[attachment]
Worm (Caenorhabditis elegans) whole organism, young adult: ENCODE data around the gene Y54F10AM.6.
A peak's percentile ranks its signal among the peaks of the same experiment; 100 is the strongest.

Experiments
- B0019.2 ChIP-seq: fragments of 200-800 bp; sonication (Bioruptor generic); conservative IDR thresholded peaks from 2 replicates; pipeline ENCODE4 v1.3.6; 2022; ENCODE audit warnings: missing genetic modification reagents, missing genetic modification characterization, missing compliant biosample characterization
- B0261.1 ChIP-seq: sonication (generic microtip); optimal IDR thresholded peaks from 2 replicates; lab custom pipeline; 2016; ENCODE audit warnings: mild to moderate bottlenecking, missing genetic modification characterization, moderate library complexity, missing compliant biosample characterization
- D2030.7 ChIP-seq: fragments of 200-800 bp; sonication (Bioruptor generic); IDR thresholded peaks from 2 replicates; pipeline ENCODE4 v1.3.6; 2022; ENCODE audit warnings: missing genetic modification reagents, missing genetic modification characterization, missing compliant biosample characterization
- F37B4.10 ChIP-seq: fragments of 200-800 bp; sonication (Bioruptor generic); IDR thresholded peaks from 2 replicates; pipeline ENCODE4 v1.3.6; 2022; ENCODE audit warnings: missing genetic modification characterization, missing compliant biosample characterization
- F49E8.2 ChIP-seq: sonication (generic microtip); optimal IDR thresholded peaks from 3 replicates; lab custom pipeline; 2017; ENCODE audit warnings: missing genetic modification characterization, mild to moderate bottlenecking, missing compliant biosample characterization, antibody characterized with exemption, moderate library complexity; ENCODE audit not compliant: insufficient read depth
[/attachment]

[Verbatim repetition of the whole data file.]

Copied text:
Worm (Caenorhabditis elegans) whole organism, young adult: ENCODE data around the gene Y54F10AM.6.
A peak's percentile ranks its signal among the peaks of the same experiment; 100 is the strongest.

Experiments
- B0019.2 ChIP-seq: fragments of 200-800 bp; sonication (Bioruptor generic); conservative IDR thresholded peaks from 2 replicates; pipeline ENCODE4 v1.3.6; 2022; ENCODE audit warnings: missing genetic modification reagents, missing genetic modification characterization, missing compliant biosample characterization
- B0261.1 ChIP-seq: sonication (generic microtip); optimal IDR thresholded peaks from 2 replicates; lab custom pipeline; 2016; ENCODE audit warnings: mild to moderate bottlenecking, missing genetic modification characterization, moderate library complexity, missing compliant biosample characterization
- D2030.7 ChIP-seq: fragments of 200-800 bp; sonication (Bioruptor generic); IDR thresholded peaks from 2 replicates; pipeline ENCODE4 v1.3.6; 2022; ENCODE audit warnings: missing genetic modification reagents, missing genetic modification characterization, missing compliant biosample characterization
- F37B4.10 ChIP-seq: fragments of 200-800 bp; sonication (Bioruptor generic); IDR thresholded peaks from 2 replicates; pipeline ENCODE4 v1.3.6; 2022; ENCODE audit warnings: missing genetic modification characterization, missing compliant biosample characterization
- F49E8.2 ChIP-seq: sonication (generic microtip); optimal IDR thresholded peaks from 3 replicates; lab custom pipeline; 2017; ENCODE audit warnings: missing genetic modification characterization, mild to moderate bottlenecking, missing compliant biosample characterization, antibody characterized with exemption, moderate library complexity; ENCODE audit not compliant: insufficient read depth